Research

Sobering Statistics on Physical Inactivity in the U.S.

Researchers have published a commentary in the American Journal of Medicine that stresses how lack of physical activity in Americans poses important clinical, public health and fiscal challenges for the nation.


By Gisele Galoustian | 9/2/2015

What do a prominent physiologist and two-time survivor of pancreatic cancer and a world-renowned researcher whose landmark discoveries on aspirin, drug therapies of proven benefit and therapeutic lifestyle changes that have saved more than 1.1 million lives have in common? They are both passionate about the importance of regular physical activity in reducing risks of dying from heart attacks and strokes, as well as developing diabetes, hypertension and colon cancer. And more importantly, enhancing mental health and fostering healthy muscles, bones and joints in all Americans from childhood to the elderly.

Steven Lewis, Ph.D., visiting professor in the Charles E. Schmidt College of Medicine at Florida Atlantic University, and Charles H. Hennekens, M.D., Dr.P.H., the first Richard Doll Professor and senior academic advisor to the dean in FAU’s College of Medicine, have published a commentary online ahead of print in the American Journal of Medicine titled, “Regular Physical Activity: Forgotten Benefits.” In the commentary, they stress how lack of physical activity in Americans poses important clinical, public health and fiscal challenges for the nation.

“Lack of physical activity accounts for 22 percent of coronary heart disease, 22 percent of colon cancer, 18 percent of osteoporotic fractures, 12 percent of diabetes and hypertension, and 5 percent of breast cancer,” said Hennekens. “Furthermore, physical inactivity accounts for about 2.4 percent of U.S. healthcare expenditures or approximately $24 billion a year.”

The statistics of physical inactivity in the U.S. are staggering and quite the eye opener. According to Healthy People 2020, approximately 36 percent of adults do not engage in any leisure-time physical activity, despite the fact that walking may be comparable to more vigorous exercise in preventing a cardiovascular event. Even in patients who have had a heart attack and who undergo cardiac rehabilitation, it’s estimated that less than 15 percent actually participate in cardiac rehabilitation following discharge.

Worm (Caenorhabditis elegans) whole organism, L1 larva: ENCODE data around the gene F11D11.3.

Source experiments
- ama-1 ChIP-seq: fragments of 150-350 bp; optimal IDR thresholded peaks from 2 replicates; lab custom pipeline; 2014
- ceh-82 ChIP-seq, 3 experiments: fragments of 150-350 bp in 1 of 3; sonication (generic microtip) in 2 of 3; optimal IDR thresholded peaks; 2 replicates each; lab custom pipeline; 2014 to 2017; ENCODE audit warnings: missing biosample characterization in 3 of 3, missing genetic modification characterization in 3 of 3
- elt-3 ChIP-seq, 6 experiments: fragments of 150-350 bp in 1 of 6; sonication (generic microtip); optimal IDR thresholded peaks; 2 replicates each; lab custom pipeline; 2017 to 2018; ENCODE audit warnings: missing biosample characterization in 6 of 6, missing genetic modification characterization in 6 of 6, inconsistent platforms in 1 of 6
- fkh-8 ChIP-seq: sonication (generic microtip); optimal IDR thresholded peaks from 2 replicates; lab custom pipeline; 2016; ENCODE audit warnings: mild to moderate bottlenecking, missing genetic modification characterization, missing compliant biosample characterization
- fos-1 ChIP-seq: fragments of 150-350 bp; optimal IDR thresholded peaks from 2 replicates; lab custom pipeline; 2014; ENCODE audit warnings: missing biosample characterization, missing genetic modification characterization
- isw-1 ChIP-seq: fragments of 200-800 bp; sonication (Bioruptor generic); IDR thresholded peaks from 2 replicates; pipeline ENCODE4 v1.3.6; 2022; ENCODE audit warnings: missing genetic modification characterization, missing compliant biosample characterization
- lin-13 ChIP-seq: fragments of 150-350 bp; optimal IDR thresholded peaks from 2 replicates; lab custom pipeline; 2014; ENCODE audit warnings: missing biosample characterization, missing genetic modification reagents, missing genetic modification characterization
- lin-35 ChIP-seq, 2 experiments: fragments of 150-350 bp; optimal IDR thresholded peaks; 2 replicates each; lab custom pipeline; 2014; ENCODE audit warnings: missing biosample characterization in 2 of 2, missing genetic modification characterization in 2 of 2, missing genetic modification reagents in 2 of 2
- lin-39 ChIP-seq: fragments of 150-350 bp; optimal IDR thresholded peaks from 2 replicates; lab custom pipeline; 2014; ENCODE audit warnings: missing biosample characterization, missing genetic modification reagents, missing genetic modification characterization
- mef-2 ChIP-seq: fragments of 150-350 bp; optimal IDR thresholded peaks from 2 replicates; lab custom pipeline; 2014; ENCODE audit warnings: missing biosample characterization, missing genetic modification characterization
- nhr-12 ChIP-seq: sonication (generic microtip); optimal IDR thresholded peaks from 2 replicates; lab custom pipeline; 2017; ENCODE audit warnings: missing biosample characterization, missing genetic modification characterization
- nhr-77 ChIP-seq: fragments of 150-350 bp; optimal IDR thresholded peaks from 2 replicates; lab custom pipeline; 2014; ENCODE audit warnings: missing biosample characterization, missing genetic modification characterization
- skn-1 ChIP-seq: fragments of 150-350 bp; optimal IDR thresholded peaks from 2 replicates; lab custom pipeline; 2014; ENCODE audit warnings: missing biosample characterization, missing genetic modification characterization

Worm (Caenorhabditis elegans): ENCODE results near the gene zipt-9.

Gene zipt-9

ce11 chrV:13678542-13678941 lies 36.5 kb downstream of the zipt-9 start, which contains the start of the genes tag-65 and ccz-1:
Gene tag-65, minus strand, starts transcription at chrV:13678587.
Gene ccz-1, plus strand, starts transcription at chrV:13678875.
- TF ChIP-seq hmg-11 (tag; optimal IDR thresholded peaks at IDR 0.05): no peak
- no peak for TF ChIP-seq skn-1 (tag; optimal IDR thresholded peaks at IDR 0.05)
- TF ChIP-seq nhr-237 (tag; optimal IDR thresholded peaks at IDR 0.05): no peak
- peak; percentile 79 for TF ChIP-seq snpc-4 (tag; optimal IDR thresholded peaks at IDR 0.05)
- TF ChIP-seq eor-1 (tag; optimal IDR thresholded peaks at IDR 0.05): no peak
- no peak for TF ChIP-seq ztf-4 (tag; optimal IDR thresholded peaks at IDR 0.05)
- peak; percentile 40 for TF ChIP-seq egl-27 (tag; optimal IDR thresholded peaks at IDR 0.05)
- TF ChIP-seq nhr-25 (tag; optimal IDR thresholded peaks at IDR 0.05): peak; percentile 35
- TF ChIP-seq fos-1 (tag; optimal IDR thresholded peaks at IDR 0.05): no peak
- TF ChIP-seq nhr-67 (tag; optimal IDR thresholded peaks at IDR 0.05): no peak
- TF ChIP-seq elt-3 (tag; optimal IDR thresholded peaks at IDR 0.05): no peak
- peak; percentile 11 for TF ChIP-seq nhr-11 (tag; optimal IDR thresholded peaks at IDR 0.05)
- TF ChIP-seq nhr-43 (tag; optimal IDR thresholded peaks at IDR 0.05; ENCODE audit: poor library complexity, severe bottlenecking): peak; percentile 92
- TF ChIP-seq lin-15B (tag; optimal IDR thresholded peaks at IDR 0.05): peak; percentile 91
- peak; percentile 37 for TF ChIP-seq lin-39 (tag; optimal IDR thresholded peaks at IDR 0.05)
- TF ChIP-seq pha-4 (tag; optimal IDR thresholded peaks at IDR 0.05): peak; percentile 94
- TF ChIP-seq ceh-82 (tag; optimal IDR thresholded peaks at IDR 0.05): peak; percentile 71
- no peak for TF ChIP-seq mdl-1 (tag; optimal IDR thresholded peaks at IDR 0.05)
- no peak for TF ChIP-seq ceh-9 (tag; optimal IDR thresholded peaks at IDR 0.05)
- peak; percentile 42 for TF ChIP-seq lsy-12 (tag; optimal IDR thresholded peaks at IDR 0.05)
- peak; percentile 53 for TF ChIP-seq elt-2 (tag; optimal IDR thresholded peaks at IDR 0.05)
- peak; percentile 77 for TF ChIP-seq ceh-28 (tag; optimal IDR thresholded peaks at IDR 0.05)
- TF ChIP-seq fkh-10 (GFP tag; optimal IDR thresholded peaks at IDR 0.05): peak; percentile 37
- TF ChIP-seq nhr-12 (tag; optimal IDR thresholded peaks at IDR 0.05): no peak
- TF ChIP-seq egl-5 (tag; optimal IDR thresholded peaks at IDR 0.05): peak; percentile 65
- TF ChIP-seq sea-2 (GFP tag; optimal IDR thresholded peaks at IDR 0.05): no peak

Men and women who engage in regular physical activity experience statistically significant and clinically important reductions in the risk of dying from coronary heart disease, the leading cause of death in the U.S. The authors point out that brisk walking every day for only 20 minutes, which can be practiced even among the oldest adults, confers a 30 to 40 percent reduced risk of a heart attack.

“There’s a lot more that we can do to address this national epidemic among people of all ages,” said Lewis. “For example, clinicians should screen and refer obese patients to programs that offer intensive counseling for weight control and physical activity. This simple, straightforward and easily achievable objective may be the first necessary step to lower rates of obesity and physical inactivity in the U.S. today.”

Patients commonly ask their physicians questions such as, “What exercise should I do?” “How long should I do the exercise, how often and how hard do I need to exercise?” The authors emphasize the need for better defined guidelines for the types, intensities, frequencies and durations of exercise for clinicians to provide to their patients.

“Unfortunately, most Americans prefer prescription of pills to proscription of harmful lifestyles such as physical inactivity,” said Hennekens. “In general, any pharmacologic intervention should be an adjunct, not alternative, to therapeutic lifestyle changes such as increasing levels of physical activity. Based on the current totality of evidence, when compared with most pharmacologic therapies, exercise is more readily available at a low cost and relatively free of adverse effect.”

Both Lewis and Hennekens practice what they preach and participate in daily physical activity. Lewis had a miraculous recovery, beating all odds by surviving two bouts of pancreatic cancer, the first in 2007 and a recurrence in the liver almost three years later. He persevered with major surgeries, radiation treatments and chemotherapy. He attributes part of this success to maintaining an extremely positive attitude and a vigorous lifestyle that includes exercising regularly to maintain a high level of physical fitness and health. Hennekens was inducted into the Queens College Athletic Hall of Fame and was the first to be inducted into both the Achievement Hall Fame as well as the Athletic Hall of Fame.

From 1995 to 2005, according to Science Watch, Hennekens was the third most widely cited researcher in the world and five of the top 20 were his former fellows and/or trainees. In 2012, Science Heroes ranked Hennekens No. 81 in the history of the world for having saved more than 1.1 million lives, which placed him two ahead of professor Jonas Salk ranked No. 83 for the development of the polio vaccine. In 2013, he received the “Fries Prize for Improving Health” and in 2014, he received the Alton Ochsner Award for his pioneering work on smoking and health. In 2015, he was ranked the No. 14 “Top Scientist in the World” based on his H-index of 173. Hennekens was just appointed by FAU President John Kelly to serve on the university’s Intercollegiate Athletics Committee.

-FAU-

 Last Modified 11/8/16